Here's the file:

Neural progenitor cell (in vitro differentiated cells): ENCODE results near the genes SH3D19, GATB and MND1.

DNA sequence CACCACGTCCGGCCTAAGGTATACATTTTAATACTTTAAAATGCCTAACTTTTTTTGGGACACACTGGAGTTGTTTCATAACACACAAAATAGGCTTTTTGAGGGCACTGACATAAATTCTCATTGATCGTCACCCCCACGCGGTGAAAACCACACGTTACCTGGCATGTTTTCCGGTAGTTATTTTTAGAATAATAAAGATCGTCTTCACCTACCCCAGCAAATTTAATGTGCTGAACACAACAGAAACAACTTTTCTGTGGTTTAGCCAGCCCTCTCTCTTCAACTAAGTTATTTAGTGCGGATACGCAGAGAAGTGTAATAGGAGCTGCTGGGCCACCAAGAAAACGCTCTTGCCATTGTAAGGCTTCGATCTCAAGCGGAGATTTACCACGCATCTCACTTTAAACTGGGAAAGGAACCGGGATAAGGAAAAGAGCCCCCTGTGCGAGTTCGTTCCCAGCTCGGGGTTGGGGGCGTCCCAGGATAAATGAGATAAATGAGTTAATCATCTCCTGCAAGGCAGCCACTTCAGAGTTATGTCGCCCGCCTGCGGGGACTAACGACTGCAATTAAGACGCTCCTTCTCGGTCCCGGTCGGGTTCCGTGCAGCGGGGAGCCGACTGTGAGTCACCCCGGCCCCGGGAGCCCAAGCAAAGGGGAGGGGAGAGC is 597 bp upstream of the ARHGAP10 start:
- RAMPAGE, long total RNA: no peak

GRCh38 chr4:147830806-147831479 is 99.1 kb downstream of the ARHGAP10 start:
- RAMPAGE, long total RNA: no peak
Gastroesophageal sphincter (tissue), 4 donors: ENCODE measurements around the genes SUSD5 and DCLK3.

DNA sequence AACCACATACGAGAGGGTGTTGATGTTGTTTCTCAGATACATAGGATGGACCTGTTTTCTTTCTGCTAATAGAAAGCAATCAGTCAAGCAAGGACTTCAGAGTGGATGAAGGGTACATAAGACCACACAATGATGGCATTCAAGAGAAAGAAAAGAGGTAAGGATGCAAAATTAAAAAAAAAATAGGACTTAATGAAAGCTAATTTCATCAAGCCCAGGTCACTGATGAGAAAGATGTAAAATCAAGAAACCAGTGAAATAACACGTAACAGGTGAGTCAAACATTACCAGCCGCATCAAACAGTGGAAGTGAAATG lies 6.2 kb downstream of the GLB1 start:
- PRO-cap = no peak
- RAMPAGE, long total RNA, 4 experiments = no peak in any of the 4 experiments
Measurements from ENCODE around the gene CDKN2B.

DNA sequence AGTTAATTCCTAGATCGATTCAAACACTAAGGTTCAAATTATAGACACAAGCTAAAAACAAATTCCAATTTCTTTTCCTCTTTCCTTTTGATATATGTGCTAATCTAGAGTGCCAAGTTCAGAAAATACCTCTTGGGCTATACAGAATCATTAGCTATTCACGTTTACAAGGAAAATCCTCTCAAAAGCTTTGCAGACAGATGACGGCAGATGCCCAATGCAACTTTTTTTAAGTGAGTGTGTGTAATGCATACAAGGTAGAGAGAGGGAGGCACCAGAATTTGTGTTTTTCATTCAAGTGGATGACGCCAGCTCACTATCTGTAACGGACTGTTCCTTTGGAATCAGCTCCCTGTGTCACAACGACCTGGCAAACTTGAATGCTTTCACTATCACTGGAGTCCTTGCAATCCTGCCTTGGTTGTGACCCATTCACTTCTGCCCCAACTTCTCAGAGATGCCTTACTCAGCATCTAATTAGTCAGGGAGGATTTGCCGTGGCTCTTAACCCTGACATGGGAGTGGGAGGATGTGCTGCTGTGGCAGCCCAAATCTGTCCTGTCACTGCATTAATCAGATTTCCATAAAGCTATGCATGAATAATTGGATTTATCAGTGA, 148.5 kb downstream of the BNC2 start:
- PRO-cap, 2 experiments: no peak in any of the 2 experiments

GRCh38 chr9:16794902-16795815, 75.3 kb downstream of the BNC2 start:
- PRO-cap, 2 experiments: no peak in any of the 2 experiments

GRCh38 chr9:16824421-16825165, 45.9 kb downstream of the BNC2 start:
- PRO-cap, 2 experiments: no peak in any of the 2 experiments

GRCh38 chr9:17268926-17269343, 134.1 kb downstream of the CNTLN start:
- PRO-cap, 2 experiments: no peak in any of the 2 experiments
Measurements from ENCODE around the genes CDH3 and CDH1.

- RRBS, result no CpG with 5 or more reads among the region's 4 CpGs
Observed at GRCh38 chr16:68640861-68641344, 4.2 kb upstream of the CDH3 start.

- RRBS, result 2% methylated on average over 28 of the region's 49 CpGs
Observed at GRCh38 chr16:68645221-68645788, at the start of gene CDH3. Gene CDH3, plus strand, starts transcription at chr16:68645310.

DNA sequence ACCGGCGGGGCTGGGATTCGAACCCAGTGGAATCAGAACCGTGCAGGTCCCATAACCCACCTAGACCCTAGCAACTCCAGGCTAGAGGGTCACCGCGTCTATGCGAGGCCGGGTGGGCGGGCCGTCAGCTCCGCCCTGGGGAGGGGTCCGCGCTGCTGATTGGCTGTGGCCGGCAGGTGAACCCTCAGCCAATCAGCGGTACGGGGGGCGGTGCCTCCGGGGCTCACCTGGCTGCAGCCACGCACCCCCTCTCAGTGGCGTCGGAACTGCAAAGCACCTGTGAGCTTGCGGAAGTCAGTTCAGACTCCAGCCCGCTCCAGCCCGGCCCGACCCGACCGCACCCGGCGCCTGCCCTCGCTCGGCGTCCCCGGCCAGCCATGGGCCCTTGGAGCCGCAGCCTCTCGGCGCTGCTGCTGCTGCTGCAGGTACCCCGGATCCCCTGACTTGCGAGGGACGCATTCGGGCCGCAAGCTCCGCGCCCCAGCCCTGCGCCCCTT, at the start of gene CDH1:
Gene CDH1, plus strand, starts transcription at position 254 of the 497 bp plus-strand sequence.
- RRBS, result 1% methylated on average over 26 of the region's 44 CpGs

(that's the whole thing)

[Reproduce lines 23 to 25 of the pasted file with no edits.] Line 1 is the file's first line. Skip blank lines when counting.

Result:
Observed at GRCh38 chr16:68645221-68645788, at the start of gene CDH3. Gene CDH3, plus strand, starts transcription at chr16:68645310.

DNA sequence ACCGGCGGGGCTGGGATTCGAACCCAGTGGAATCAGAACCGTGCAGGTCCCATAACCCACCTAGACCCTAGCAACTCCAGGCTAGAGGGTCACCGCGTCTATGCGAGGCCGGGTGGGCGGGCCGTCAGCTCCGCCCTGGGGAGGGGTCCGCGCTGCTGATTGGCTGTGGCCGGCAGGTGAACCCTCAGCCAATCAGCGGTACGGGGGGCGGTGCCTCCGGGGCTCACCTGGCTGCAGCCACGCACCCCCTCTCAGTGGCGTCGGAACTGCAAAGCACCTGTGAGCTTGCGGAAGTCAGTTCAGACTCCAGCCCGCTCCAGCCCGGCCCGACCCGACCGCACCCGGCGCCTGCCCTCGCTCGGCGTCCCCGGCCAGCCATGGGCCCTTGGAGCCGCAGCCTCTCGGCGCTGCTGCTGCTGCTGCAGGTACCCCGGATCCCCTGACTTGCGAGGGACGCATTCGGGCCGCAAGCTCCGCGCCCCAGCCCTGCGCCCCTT, at the start of gene CDH1:
Gene CDH1, plus strand, starts transcription at position 254 of the 497 bp plus-strand sequence.